It is not only Labor that understands this paucity of ideas on the part of the coalition. The business community is also understanding that this government is seriously out of touch. I draw the Senate's attention to the Australian Institute of Company Directors' indicator of confidence. There was a report dated 5 November 2014, from which I quote:

Directors’ confidence in the Federal Coalition Government has slumped to its lowest level since its election in September 2013 and almost half of all directors rate the Government’s performance in its first year in office as “poor” or “very poor”, according to the latest Director Sentiment Index (DSI). …

The Australian Institute of Company Directors’ DSI is the only indicator measuring the opinions and future intentions of directors. It is based on a survey of 501 directors of private business, not-for-profit organisations and ASX-listed companies. …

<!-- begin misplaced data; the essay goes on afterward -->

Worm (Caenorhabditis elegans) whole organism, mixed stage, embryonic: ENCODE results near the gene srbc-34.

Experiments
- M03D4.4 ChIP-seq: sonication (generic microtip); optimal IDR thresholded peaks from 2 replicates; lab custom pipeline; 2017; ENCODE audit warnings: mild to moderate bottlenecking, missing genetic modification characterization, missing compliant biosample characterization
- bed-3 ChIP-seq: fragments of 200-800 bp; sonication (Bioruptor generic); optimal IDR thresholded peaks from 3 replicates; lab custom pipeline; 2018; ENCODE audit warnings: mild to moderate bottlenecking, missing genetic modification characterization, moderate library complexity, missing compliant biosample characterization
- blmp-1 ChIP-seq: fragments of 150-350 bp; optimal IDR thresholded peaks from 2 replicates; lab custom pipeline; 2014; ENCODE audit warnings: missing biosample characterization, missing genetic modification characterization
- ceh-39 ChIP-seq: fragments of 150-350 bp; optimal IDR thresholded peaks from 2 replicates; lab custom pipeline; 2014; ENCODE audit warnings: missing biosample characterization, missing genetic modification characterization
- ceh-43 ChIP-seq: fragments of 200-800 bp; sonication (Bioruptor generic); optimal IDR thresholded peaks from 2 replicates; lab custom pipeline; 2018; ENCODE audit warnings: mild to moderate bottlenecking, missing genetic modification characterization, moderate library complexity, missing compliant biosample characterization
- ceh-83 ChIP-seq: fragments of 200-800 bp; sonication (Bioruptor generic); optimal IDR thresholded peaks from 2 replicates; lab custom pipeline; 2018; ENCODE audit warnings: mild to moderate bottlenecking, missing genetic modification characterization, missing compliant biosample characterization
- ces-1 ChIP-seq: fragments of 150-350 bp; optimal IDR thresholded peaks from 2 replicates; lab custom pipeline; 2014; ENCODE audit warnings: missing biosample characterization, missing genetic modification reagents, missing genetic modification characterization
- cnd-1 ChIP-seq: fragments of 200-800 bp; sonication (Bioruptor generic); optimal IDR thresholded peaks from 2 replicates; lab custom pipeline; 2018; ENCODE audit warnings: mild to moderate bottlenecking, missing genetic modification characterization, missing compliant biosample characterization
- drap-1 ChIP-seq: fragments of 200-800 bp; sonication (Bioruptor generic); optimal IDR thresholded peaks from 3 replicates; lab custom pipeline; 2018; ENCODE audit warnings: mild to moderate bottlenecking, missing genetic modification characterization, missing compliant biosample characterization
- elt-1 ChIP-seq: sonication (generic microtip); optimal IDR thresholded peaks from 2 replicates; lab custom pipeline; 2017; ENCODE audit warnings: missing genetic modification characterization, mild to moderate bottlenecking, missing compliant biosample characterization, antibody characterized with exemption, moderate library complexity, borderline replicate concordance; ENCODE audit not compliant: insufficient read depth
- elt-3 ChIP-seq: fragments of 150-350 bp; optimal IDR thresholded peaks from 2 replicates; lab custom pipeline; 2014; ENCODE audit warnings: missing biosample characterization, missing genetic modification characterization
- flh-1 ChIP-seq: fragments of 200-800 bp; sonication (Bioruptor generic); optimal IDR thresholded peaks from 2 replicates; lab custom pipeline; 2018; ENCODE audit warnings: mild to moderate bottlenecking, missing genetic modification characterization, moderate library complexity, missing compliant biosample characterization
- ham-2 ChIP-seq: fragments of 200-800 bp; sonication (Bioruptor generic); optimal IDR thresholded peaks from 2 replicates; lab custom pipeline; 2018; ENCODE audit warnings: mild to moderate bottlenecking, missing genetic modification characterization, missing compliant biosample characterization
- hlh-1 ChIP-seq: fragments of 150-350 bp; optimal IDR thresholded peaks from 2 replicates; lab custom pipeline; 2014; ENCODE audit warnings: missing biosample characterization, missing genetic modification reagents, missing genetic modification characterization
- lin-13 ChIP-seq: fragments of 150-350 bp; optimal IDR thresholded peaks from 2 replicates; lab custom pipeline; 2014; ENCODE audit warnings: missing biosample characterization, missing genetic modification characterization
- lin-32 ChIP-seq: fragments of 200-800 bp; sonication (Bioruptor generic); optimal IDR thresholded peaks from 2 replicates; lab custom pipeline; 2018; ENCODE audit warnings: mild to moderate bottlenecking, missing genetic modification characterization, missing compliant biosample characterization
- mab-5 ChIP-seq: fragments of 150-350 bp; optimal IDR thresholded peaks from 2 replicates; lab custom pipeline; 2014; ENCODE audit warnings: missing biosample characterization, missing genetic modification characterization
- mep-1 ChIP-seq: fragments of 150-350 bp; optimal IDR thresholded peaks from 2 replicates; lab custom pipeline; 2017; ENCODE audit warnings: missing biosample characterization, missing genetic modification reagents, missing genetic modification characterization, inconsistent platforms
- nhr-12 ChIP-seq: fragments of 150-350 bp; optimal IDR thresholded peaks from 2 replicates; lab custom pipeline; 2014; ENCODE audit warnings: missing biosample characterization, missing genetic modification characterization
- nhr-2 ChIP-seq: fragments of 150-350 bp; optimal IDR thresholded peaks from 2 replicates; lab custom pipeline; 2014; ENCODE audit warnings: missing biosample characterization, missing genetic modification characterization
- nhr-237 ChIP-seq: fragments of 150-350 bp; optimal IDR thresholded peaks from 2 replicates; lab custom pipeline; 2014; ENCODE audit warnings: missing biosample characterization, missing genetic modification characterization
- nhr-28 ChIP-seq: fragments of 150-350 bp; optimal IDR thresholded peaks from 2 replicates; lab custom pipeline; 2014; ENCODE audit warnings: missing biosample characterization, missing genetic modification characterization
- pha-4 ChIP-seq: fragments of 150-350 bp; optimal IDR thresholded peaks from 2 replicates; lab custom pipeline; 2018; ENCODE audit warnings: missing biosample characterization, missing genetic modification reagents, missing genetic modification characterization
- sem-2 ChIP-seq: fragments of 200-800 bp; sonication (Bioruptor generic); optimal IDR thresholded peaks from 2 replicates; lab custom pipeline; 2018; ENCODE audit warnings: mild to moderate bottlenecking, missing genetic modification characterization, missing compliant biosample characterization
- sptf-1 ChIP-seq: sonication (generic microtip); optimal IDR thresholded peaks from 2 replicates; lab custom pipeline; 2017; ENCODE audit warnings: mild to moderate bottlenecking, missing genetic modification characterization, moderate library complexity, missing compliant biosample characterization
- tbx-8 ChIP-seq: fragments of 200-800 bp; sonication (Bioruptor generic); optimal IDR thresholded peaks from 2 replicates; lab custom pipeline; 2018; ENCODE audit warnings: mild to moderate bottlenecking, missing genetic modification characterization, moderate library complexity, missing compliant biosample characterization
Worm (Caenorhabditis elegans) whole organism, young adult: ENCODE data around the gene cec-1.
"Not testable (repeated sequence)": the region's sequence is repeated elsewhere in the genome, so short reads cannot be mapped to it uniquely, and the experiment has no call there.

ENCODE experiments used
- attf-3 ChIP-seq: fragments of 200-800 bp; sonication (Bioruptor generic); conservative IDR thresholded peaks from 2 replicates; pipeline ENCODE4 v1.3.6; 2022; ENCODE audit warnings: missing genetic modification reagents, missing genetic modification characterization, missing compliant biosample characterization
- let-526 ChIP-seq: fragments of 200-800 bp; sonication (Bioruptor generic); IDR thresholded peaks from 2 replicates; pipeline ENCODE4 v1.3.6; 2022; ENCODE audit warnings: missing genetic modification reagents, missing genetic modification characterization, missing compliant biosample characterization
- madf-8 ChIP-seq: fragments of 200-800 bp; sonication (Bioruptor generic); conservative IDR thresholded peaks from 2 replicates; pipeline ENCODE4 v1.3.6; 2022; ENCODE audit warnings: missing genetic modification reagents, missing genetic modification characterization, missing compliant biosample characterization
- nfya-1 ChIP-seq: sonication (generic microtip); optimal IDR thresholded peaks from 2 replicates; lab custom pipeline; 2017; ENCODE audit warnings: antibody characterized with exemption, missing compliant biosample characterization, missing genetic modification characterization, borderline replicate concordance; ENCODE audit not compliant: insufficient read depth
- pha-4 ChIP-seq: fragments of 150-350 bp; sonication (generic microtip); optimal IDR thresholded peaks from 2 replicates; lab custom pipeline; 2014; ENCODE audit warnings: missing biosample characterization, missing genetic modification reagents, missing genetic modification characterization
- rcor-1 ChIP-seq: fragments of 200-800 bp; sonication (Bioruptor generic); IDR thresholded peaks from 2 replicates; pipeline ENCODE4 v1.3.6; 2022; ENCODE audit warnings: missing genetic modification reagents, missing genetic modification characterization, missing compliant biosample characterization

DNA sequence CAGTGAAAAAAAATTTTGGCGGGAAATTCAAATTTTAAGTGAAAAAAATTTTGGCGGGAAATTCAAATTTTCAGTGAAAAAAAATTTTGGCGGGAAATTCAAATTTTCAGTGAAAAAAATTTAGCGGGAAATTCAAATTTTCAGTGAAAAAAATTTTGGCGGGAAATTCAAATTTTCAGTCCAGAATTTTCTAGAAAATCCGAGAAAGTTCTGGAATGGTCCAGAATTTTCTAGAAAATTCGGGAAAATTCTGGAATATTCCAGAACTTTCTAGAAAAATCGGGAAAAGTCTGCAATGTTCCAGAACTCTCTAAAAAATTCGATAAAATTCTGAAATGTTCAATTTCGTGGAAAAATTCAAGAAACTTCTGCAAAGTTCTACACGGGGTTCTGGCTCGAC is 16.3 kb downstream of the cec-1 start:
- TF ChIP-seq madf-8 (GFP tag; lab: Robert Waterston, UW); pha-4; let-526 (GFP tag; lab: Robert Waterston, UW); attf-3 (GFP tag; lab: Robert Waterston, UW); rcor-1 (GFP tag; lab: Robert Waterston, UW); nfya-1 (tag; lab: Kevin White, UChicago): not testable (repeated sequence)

Almost half of all directors believe the Government’s performance had a negative impact on their business decision-making and around 75 per cent believe it had a negative impact on consumer confidence. This continues a downward trend in sentiment that has been apparent since the Coalition took power last September. …

Directors nominate multinational tax arrangements as the top priority in any comprehensive review of the tax system, followed by reforms to state levies such as payroll tax. GST reform ranks as the third most important priority.